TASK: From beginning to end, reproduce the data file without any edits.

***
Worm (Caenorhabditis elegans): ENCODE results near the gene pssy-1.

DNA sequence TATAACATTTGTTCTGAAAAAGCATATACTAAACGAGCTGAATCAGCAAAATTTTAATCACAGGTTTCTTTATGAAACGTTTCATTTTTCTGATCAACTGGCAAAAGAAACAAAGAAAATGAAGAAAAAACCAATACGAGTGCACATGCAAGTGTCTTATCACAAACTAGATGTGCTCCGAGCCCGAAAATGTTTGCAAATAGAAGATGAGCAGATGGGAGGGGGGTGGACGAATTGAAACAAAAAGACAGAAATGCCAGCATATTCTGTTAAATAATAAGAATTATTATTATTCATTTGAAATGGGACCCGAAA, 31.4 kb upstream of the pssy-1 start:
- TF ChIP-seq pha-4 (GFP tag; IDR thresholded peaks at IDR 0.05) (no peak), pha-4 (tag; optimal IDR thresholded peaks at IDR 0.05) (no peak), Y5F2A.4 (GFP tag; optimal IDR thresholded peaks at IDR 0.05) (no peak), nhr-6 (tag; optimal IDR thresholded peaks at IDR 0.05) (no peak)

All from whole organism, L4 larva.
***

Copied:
Worm (Caenorhabditis elegans): ENCODE results near the gene pssy-1.

DNA sequence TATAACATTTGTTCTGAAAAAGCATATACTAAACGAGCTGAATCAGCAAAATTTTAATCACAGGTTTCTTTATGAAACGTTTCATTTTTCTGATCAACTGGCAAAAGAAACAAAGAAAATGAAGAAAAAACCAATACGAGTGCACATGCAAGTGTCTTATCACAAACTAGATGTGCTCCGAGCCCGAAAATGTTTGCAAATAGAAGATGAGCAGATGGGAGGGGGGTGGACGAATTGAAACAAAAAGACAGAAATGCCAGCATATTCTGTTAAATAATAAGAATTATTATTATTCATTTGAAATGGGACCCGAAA, 31.4 kb upstream of the pssy-1 start:
- TF ChIP-seq pha-4 (GFP tag; IDR thresholded peaks at IDR 0.05) (no peak), pha-4 (tag; optimal IDR thresholded peaks at IDR 0.05) (no peak), Y5F2A.4 (GFP tag; optimal IDR thresholded peaks at IDR 0.05) (no peak), nhr-6 (tag; optimal IDR thresholded peaks at IDR 0.05) (no peak)

All from whole organism, L4 larva.